So, it turns out that the Devil has another daughter. Shocker, but it seems he has a penchant for sleeping around. The second girl, Velgyrie, haunts our nightmares with traps and death – but who can blame her with a name like Velgyrie? Thankfully, a handy robotic companion is on hand to teach her how to most efficiently murder people in their sleep. It may have a story that even Mel Gibson wouldn't touch, but the gameplay in Deception IV: The Nightmare Princess is more of the same devilish fun.

Unlike the original game – which is included in full for anybody that missed it on the PlayStation 3 and Vita – Velgyrie's story unfolds across a massive quest tree. Levels are presented in bite-sized chunks, with a goal for each. Most of the time it just involves using traps and combos to kill everybody that you come across, but occasionally you have to score a certain amount of points or complete some other strangely specific task.

Like past games in the franchise, you strategically set myriad insane and painful traps throughout a room, unleashing them on innocent strangers and heroes. At its best, this is brutally good fun. Watching an intricate chain of murder tools play out perfectly is incredibly satisfying, especially if you've worked hard on it. On the other hand, you can finish most levels using the same two or three weapons, only you'll be bored throughout. It's a game, and franchise, that relies on you to make your own entertainment with the tools on offer.

Unlocking new weapons is as easy as completing optional objectives across each quest. There are three on each, tasking you with using specific environmental weapons, scoring a certain amount of points, or getting a number of combos. It's not always easy, but this is where most of the fun lies.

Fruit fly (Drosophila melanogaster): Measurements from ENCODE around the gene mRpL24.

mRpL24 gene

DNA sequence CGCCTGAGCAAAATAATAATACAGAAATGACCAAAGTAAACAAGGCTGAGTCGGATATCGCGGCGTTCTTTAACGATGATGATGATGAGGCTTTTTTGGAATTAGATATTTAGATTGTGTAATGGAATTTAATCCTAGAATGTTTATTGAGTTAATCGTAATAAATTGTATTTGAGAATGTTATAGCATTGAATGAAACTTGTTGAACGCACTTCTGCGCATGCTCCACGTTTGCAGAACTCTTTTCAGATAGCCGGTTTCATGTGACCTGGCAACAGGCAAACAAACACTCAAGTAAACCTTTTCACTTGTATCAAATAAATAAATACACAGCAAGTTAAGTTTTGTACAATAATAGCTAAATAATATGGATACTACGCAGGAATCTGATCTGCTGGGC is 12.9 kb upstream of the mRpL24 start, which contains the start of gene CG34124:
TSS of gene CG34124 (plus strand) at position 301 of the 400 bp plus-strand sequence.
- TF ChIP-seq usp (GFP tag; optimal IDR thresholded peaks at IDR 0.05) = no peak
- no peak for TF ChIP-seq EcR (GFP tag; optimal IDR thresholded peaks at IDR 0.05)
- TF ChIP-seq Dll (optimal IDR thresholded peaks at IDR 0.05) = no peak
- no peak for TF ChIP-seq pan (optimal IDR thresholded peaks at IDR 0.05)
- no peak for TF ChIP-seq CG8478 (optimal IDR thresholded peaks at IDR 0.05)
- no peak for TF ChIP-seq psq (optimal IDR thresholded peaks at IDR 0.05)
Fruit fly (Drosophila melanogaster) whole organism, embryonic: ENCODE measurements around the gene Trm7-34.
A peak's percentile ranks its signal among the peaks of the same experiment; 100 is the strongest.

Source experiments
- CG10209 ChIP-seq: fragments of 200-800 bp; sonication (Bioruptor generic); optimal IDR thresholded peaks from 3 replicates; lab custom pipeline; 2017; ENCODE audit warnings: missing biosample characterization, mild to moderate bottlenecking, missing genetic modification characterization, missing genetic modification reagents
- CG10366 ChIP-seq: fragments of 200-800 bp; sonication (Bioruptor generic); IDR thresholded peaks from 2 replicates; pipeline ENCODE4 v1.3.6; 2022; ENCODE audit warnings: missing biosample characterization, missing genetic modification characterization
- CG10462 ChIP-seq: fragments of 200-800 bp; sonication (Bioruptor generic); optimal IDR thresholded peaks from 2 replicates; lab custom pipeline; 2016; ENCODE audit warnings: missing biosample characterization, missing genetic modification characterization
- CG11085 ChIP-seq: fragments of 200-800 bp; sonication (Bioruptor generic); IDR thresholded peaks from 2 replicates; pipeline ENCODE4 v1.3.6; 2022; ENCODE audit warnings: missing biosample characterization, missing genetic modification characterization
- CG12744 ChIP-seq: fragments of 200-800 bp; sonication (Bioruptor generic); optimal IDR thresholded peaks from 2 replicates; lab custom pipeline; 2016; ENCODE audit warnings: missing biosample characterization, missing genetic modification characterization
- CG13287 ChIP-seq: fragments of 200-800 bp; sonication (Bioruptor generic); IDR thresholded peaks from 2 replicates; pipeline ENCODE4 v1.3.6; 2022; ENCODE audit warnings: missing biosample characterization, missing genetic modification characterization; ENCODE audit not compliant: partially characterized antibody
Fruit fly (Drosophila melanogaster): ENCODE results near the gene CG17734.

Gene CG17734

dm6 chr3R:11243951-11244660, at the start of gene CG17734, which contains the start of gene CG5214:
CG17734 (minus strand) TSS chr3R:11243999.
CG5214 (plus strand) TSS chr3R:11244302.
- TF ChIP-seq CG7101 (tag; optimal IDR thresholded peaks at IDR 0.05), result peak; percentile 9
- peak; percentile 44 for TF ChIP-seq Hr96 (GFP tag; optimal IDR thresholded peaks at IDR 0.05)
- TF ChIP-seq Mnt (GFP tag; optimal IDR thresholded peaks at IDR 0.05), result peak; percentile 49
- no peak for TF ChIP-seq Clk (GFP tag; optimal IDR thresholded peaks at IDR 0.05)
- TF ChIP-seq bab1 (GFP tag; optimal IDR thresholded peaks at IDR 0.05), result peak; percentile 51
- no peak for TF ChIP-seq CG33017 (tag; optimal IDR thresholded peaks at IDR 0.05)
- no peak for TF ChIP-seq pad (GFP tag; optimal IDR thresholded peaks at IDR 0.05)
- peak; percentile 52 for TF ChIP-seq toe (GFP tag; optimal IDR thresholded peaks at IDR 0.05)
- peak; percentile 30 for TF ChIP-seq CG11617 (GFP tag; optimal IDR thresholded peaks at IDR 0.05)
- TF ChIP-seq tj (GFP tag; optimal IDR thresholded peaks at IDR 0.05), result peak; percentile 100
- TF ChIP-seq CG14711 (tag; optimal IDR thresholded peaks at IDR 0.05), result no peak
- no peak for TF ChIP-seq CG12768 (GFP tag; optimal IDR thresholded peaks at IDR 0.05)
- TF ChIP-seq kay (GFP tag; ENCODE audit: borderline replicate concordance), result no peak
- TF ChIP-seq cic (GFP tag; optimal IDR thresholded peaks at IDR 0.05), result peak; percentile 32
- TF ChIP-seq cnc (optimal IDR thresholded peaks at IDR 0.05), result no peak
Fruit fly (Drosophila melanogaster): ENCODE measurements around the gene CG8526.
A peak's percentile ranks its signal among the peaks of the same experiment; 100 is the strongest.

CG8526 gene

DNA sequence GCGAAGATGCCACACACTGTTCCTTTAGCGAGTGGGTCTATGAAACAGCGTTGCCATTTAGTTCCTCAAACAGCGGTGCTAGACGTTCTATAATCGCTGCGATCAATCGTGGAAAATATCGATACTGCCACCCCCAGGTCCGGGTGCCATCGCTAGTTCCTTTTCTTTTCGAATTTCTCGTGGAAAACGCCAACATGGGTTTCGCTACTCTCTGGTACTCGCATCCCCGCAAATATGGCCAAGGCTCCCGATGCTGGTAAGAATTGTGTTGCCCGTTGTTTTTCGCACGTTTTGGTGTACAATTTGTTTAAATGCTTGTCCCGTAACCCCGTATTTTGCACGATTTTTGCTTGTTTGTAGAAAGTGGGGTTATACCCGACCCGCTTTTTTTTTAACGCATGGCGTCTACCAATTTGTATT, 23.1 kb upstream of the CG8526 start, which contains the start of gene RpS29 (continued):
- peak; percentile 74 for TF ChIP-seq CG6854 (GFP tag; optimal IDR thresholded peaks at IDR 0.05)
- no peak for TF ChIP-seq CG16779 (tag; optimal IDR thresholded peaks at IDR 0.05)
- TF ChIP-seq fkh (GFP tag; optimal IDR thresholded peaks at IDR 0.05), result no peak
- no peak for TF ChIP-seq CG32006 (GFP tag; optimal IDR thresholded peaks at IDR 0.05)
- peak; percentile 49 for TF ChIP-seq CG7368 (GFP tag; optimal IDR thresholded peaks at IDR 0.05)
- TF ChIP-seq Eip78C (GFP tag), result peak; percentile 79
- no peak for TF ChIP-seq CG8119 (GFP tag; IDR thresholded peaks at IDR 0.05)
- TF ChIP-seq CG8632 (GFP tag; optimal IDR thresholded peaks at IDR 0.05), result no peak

Each human has his or her own backstory, so you can really get to know your victims before you mutilate them. Some people would call that psychopathic, but Koei just calls it an awesome feature. It really does add a sense of continuity to an otherwise open story structure, and seeing the friend of someone you killed come to avenge them gives an unprecedented depth to an otherwise faceless duo of enemies.

In addition to new traps, Velgyrie also has the amazing ability to bash her opponents with her foot. Normally calling that a kick would have been enough, but the game makes a big deal out of this skill, as it allows you to knock opponents one square backwards, offering freedom like you've never experienced before.

The port to the PlayStation 4 has been quite successful. Everything loads quickly and there are no major performance issues, regardless of what's happening on-screen. With that said, it's hardly the visual tour-de-force that the console is capable of; it looks better than the Vita version, but it would have been a major disappointment if it didn't.

As well as the full main game, there's the option to create your own quests, or play the quests of others. This isn't nearly as slick as something like LittleBigPlanet, which streams the data. Instead, you have to actively download the quest. It's not nearly as all-encompassing as other user-content titles either, in that you mostly just set the rules and the characters that will appear – there's no direct editing.

Still, there's absolutely loads to get through, as there are 100 quests available as part of the additional content, and then the main story as well. If you're a fan of fiendishly injuring people with big blades, there could be dozens of hours of content here. For those that played the original, the Trophies are all linked to the new content, so you'll be able to completely avoid going back over old ground if you choose to double dip.

Conclusion

If epic stories are your thing, then you probably won't get much enjoyment out of Deception IV: The Nightmare Princess. But the point of the game is its murderous sandbox, and things have only improved in that regard since the original outing was released. Go mad – that's kind of the point – and slash up some do-good knights and confused Satan worshippers. After all, it's what Daddy would want.